By Christopher Cheney
An examination of emergency department visits before and during the coronavirus pandemic at a St. Louis-based health system found an overall 35% reduction in ED visits, according to a new research article.
Declines in ED visits during the pandemic have been widely reported across the country. Reasons for ED avoidance include fear of contracting the coronavirus in healthcare settings, stay-at-home orders, and increased childcare linked to school closures.
The new research article, which was published this week by Health Affairs, examined data from more than 1.2 million ED visits for non-COVID-19 conditions at BJC HealthCare from January 2018 to June 2020. The research included assessing whether decreases in ED visits were associated with insurance status or race.
“Understanding whether ED avoidance differed in association with race or insurance status is imperative to ensuring that already vulnerable populations do not suffer from worse outcomes from non-COVID-19 conditions as the pandemic continues to wax and wane across the country,” the research article’s co-authors wrote.
The research includes several key data points:
- The number of non-COVID-19 ED visits decreased 35% after St. Louis city and county stay-at-home orders.
- Non-COVID-19 ED visits decreased across all acuity levels in the first phase of the pandemic. Nonemergent visits fell 52%; primary care-treatable visits fell 47%; emergent, preventable visits fell 46%; and emergent, nonpreventable visits fell 40%.
- Visits for mental health conditions fell 32%. Visits for alcohol and drug use did not experience a statistically significant decline.
- There were large decreases in ED visits based on insurance status. ED visits by privately insured patients fell 46%. ED visits by Medicaid patients fell 44%. ED visits by uninsured patients fell about 40%. ED visits by Medicare patients fell 31%.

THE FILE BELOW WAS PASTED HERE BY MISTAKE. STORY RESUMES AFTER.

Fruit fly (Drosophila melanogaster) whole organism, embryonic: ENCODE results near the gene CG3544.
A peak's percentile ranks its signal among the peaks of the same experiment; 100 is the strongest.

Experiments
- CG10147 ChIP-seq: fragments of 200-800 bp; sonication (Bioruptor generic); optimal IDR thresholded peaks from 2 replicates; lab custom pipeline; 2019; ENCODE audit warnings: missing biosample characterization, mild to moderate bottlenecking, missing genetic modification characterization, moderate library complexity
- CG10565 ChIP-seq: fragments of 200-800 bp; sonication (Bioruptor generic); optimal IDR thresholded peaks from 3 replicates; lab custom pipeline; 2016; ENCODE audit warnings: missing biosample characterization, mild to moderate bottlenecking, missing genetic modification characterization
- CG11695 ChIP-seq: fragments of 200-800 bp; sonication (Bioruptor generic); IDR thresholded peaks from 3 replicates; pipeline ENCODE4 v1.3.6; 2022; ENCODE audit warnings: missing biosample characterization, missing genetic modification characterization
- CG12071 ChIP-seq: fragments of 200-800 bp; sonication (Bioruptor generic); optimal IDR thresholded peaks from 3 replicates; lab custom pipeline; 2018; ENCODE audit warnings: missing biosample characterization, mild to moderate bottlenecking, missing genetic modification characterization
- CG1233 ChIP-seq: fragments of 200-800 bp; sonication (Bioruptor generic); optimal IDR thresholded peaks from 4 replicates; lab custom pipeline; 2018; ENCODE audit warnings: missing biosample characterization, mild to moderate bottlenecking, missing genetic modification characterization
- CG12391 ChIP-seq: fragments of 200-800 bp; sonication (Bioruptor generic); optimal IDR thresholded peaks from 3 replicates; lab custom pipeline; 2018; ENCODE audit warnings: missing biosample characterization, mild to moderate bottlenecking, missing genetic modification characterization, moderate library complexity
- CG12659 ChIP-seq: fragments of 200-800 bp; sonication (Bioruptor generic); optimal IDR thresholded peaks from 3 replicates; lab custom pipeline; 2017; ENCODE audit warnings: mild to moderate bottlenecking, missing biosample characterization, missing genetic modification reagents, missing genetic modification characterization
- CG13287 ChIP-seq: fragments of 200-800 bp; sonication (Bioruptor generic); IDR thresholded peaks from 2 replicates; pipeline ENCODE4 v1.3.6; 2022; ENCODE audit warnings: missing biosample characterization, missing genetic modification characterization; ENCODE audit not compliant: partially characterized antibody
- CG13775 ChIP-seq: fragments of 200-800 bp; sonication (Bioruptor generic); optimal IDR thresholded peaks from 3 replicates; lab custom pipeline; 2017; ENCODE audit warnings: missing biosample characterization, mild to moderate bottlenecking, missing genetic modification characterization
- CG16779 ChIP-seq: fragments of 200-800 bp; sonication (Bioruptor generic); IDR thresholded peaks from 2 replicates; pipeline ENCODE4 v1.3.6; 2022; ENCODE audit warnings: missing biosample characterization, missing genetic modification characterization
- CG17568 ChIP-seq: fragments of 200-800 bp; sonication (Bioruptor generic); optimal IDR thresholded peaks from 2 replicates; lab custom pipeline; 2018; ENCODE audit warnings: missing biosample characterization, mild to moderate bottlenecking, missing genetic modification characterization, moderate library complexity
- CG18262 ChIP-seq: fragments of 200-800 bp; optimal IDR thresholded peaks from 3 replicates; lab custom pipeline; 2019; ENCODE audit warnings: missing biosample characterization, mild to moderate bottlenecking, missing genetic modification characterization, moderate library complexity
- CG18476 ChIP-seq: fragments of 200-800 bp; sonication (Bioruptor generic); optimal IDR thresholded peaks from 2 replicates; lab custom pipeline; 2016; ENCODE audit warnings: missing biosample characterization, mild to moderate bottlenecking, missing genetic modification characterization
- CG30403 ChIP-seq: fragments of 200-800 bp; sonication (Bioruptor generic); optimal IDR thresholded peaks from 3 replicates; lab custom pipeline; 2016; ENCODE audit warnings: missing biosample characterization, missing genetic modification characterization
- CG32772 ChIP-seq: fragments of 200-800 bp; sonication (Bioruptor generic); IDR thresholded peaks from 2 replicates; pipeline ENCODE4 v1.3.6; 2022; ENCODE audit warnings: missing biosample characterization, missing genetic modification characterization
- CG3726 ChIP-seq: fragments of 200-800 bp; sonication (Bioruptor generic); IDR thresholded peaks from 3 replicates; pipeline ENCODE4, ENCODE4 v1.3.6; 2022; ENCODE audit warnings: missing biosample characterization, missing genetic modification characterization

- There were no significant differences in the decline of ED visits by race. The vast majority of the patients in the study were either White or Black.
“The COVID-19 pandemic was associated with a large drop in non-COVID-19 ED visits across all acuity levels, a smaller decrease in visits due to mental health, and no decrease in visits due to substance use issues. These findings suggest a need to inform the public of health conditions that require timely ED care and to improve access to alternative, lower-risk settings of care, especially for populations with social or medical risk factors,” the research article’s co-authors wrote.
Interpreting the data
It is likely that many patients with serious health problems avoided the ED during the first phase of the pandemic, the co-authors wrote. “The 40 percent decline in ED visits of the highest acuity suggests that there were many ‘missing’ patients who should have sought ED care for conditions such as heart attacks and strokes. Fear of contracting COVID-19 may have overshadowed even serious symptoms for many.”
The behavioral health characteristics of the pandemic likely explain why there was a relatively modest decline in ED visits for mental health conditions and no decline in ED visits for substance abuse, the co-authors wrote.
“As a result of the high levels of anxiety and stress associated with the pandemic and its disruption of daily life, mental health and substance use issues may have been exacerbated to the point of offsetting decreases in these visits that might have otherwise occurred as a result of ED aversion. It is also possible that decreased access to outpatient care for these health issues precluded significant decreases in related ED visits,” they wrote.
The relatively high frailty of Medicare patients likely explains why they experienced the smallest decline of ED visits classified by insurance coverage, the co-authors wrote. “This may be explained by the relatively high prevalence of chronic conditions among Medicare patients and the lower threshold for primary care or telehealth clinicians to refer older patients for ED evaluation.”
Overall health also is a likely explanation for why privately insured patients experienced the biggest decline of ED visits classified by insurance coverage, the co-authors wrote. “Although the privately insured population is a diverse group in terms of age, income, and medical risk factors, they are younger and have fewer comorbidities than Medicare patients, on average.”
The finding that decreases in ED visits were not associated with race was unexpected, the co-authors wrote.
“National survey data have found that fears of contracting COVID-19 are high among Black patients and that Black patients reported a higher likelihood of avoiding emergency care even for serious medical conditions compared with White patients. However, in our particular sample, we did not find differences by race in terms of ED use patterns. Whether these findings are related to the unique characteristics of our patient population is unclear; further study using other databases is warranted.”
Christopher Cheney is the senior clinical care editor at HealthLeaders.